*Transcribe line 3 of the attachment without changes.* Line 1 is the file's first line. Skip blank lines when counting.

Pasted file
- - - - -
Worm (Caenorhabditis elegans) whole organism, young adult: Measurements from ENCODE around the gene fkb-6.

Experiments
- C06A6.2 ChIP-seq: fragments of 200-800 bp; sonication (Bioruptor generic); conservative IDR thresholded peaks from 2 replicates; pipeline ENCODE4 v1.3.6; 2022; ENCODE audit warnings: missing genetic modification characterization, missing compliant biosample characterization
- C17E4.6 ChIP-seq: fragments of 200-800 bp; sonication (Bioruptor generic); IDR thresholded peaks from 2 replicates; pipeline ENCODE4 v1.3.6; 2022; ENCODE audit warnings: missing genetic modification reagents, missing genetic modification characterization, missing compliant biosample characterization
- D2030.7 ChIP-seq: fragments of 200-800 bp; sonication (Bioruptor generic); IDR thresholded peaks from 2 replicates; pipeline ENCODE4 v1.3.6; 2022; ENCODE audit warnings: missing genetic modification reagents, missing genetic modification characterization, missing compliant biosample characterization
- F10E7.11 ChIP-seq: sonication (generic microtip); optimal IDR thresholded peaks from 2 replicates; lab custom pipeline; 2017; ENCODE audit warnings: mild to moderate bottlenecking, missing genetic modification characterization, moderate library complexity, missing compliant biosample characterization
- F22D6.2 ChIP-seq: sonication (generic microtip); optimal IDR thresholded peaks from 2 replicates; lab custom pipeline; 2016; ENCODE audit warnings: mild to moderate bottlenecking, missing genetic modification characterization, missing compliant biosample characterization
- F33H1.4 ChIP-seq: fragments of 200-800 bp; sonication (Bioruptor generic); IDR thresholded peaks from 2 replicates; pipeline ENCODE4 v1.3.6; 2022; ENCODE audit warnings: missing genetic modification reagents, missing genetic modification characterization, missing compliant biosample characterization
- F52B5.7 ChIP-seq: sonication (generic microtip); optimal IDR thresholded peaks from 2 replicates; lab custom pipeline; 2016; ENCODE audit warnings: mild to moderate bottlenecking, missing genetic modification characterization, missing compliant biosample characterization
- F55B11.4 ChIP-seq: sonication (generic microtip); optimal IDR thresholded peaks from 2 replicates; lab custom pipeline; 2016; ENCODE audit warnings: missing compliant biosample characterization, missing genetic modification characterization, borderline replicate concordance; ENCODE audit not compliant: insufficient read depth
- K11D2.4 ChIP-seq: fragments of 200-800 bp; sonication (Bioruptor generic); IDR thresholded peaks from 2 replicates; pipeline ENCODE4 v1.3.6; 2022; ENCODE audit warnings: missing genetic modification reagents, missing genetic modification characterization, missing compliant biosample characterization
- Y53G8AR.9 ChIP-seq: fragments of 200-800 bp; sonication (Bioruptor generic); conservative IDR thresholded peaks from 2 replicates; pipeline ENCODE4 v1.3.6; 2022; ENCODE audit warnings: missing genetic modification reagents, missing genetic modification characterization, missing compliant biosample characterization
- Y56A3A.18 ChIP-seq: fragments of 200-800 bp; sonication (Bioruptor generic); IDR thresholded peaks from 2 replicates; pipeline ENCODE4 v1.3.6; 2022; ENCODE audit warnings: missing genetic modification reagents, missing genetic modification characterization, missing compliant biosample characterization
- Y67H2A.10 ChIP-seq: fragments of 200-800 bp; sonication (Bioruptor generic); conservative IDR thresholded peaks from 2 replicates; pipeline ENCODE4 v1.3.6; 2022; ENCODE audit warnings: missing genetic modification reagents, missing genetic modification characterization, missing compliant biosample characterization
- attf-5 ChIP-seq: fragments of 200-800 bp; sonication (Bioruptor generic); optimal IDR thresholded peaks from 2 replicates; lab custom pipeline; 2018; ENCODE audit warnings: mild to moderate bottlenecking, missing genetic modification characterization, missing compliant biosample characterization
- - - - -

- C06A6.2 ChIP-seq: fragments of 200-800 bp; sonication (Bioruptor generic); conservative IDR thresholded peaks from 2 replicates; pipeline ENCODE4 v1.3.6; 2022; ENCODE audit warnings: missing genetic modification characterization, missing compliant biosample characterization